To build a native code generator for a procedural language.
To demonstrate competence in X86-64 assembly language.
To solve common problems in register allocation and expression translation.
To gain experience in incremental software development.
Finally, you will complete
your compiler by adding a code generator. We have discussed
code generation extensively in class, so this assignment
won't specify it in too much detail. The goal is simple:
Your compiler must read in a C-minor program as specified
by the C-minor overview, and emit an 64-bit X86 assembly language
program that can be assembled, linked, and run correctly.
Your program must be written in plain C (not C++) using GCC (not G++)
and use bison to generate the parser and flex to generate the scanner. You must have a Makefile such that
when you type make, all the pieces are compiled and result in
a binary program called cminor. make clean should also
delete all temporary files, so that the program can be made again from scratch.
Your code must work on the ND Linux student machines. You must use the CMinor Starter Code as the basis for your work.
Your compiler should be invoked as follows:
% cminor -codegen sourcefile.cminor sourcefile.s
If the program passes all earlier phases of compiling --
scanning, parsing, resolving, and typechecking --
then you should print a valid assembly language program
to the file specified in the third argument and exit
with status zero. If some error is encountered along
the way, then you must print a reasonable error and
exit with status one.
Your program will need a runtime library to operate correctly.
Use the library.c provided with the C-minor starter files.
Note that a print statement in C-Minor
should result in one or more calls to the C functions
print_string, print_integer, etc, depending
on the type of the expression. You may add additional
additional runtime calls as you see fit.
It's quite possible that this final stage of the project
will require you do go back and make a few changes to earlier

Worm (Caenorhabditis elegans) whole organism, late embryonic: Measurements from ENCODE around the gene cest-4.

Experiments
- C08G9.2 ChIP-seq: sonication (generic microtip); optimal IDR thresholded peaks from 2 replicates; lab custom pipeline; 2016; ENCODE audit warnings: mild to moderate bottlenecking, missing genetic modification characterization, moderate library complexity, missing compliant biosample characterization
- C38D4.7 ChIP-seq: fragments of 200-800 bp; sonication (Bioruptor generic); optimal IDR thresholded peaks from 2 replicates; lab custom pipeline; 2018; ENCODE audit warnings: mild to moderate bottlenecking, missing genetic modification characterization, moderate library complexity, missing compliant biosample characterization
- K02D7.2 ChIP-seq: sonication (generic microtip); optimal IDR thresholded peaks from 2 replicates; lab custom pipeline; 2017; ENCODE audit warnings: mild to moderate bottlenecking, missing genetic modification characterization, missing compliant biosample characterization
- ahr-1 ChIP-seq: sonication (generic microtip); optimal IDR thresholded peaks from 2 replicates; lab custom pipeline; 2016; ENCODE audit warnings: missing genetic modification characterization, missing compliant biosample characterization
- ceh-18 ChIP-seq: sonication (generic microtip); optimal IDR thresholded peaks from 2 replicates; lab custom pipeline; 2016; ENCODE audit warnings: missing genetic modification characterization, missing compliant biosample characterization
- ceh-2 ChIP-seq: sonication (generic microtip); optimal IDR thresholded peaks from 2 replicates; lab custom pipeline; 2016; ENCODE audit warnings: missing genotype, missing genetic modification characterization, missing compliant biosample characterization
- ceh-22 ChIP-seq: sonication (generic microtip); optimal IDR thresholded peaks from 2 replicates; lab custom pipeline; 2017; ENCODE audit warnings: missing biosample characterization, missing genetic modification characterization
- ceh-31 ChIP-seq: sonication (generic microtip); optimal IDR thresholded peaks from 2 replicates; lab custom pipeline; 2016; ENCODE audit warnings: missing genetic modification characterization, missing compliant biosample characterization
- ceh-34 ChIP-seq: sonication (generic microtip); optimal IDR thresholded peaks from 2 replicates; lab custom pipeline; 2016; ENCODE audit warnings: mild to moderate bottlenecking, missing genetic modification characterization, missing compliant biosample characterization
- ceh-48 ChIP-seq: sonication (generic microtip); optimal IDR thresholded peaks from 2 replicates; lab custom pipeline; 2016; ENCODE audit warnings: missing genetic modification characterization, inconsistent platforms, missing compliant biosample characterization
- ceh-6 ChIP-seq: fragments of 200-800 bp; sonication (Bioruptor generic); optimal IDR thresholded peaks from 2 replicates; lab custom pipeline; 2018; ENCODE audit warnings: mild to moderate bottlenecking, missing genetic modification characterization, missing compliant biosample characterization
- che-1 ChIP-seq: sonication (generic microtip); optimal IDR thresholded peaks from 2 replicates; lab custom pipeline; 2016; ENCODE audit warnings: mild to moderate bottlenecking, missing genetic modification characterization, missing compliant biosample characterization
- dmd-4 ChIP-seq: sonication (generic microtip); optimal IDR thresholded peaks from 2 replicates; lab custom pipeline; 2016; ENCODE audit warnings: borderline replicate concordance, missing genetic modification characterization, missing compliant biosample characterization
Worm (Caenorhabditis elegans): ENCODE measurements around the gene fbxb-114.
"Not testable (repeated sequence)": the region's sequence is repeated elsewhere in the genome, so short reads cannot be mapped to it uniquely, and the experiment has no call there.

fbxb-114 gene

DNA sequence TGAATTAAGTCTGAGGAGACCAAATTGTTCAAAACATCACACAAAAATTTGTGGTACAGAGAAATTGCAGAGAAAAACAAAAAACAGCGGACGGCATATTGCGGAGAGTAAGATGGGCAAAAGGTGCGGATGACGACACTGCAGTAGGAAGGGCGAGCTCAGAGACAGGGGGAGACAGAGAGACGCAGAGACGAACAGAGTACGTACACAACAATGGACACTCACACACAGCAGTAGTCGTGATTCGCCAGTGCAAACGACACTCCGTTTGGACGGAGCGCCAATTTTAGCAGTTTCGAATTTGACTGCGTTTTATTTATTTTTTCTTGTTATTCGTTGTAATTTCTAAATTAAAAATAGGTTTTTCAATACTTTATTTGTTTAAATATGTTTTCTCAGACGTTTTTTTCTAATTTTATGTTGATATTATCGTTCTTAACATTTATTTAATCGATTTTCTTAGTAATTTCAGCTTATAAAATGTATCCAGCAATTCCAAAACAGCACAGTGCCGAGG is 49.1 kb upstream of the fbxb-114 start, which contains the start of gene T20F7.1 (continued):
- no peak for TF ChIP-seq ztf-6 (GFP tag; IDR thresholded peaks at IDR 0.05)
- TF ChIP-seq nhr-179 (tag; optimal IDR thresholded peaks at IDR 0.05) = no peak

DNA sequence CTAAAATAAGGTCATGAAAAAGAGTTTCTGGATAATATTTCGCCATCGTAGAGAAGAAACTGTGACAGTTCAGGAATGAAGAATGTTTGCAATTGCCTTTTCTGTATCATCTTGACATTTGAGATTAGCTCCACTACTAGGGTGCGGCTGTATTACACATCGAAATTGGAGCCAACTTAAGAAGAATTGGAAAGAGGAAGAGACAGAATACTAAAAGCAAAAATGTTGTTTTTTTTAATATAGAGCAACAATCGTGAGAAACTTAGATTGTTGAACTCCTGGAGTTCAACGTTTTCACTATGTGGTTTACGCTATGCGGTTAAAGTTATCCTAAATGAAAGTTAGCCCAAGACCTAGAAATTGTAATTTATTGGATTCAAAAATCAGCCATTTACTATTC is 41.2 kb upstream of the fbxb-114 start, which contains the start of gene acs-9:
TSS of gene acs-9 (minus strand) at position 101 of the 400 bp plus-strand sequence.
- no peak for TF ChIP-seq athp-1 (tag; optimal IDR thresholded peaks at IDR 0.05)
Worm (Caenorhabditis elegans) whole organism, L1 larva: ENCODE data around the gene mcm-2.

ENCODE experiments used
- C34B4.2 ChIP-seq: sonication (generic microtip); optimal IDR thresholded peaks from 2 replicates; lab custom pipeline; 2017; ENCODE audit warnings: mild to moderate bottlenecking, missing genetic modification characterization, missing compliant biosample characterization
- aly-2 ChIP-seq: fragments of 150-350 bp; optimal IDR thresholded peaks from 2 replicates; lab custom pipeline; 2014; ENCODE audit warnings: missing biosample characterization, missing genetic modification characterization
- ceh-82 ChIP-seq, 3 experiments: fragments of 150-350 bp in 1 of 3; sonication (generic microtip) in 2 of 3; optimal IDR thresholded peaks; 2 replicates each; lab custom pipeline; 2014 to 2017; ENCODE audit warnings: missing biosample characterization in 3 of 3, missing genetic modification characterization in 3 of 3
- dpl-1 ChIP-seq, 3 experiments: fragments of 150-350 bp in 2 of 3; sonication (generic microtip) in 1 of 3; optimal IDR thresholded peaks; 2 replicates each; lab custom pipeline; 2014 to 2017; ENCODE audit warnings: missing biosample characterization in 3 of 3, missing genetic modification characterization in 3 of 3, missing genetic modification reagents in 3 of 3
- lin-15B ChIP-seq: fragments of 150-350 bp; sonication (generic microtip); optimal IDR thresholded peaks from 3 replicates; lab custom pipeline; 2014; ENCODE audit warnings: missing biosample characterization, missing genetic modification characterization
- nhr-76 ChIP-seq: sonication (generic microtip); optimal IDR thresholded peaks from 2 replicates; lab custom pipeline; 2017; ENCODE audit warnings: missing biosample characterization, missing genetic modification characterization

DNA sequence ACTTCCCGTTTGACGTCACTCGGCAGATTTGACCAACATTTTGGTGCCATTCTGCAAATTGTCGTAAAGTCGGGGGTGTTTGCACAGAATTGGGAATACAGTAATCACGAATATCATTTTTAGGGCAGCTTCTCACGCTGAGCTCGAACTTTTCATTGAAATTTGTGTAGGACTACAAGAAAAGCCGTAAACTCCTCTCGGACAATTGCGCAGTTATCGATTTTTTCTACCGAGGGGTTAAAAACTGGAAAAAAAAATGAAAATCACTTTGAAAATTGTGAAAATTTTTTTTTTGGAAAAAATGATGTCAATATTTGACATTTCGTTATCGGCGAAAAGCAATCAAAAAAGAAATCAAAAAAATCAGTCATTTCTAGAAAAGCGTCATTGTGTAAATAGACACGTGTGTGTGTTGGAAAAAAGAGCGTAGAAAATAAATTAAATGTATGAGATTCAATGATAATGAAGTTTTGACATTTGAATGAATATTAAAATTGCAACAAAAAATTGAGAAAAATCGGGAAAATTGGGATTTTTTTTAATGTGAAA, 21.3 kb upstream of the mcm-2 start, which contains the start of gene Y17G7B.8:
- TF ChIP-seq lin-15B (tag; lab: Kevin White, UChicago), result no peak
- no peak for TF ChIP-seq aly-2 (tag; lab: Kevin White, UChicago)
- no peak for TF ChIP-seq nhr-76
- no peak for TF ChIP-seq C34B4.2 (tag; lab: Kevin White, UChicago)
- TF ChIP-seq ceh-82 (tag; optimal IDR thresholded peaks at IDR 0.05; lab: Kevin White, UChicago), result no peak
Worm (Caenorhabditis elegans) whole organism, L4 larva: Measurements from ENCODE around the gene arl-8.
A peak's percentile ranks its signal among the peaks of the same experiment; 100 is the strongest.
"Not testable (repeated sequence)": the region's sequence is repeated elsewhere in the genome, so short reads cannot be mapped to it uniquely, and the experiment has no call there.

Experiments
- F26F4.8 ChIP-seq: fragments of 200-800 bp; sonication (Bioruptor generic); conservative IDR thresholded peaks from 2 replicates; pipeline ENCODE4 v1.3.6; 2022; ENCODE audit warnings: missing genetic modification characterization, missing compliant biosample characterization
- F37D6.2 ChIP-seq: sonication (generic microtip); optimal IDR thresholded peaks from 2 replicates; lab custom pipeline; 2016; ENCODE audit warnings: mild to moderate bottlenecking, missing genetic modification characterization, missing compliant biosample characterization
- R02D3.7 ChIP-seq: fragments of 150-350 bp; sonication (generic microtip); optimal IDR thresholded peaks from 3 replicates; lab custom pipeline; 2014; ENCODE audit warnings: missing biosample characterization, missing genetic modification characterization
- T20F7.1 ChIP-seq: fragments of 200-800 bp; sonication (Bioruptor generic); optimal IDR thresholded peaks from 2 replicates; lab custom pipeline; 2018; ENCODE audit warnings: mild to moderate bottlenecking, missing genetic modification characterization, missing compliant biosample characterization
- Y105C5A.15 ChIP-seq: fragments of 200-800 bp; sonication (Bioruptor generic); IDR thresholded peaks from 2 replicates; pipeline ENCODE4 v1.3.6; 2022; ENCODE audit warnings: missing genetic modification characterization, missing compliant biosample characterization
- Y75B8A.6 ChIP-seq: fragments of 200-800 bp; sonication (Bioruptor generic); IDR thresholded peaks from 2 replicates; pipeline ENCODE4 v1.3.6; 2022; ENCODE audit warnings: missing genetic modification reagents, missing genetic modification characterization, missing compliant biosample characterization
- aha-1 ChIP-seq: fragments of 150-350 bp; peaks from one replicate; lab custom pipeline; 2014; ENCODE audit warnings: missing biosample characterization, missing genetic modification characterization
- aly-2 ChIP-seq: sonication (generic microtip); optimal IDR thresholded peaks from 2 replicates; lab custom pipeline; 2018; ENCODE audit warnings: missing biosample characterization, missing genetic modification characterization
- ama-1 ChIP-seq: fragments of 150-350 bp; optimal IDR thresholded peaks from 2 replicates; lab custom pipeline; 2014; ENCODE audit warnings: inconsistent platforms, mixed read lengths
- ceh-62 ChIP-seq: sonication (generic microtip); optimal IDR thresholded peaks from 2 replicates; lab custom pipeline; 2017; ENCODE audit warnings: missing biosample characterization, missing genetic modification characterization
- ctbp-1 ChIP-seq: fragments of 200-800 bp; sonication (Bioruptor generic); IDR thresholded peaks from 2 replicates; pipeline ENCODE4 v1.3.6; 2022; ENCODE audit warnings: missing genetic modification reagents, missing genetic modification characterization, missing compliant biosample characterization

stages. Do what you need to do in order to get the code working!
The assembly code that you produce should work correctly,
but it need not be simple, pretty, or optimal.
You may make the following simplifying assumptions:
Due to the large number of X86-64 registers, you may use a simple
non-spilling register allocator, and fail with an "out of registers"
error on really complicated nested expressions.
To keep the calling conventions simple, calls to functions with more than six arguments may fail with a "too many arguments" error.
Only one-dimensional arrays of integers at global scope must be implemented. Arrays of other types, or at local scope may fail with
an "array not implemented" error.
Start by writing a bunch of *very* simple programs that do
very simple things, and then write just enough of the code
generator to cover those cases. For example, write a test
that declares one variable (and nothing else), or returns
a single constant value from main. Work up bit by
bit to handle integer arithmetic, then control statements,
function calls, and so forth.
When you are ready for a challenge, try these
complete example programs.
As before, the options from the previous three projects
must continue to work correctly. You must also turn in
a set of twenty test programs named good[1-20].cminor.
Each one must be a valid C-minor program on which you
produce working output. Make sure that your test cases
start with very simple examples and work up to complex
examples with complex expressions, control flow statements,
and functions. (You tested all the bad cases in previous stages,
so you don't need to include bad cases now!)
Your grade on this project will be based upon:
Continued correctness on previous stages. (10 percent)
General structure and completeness of the code generation stage. (40 percent)
Correctness of your test cases. (20 percent)
Correctness on our test cases. (20 percent)
Good programming style. (10 percent)
Turn in all of your source code and supporting files to the dropbox directory:
This assignment is due on Thursday, December 7th before 5PM. Late assignments are not accepted.
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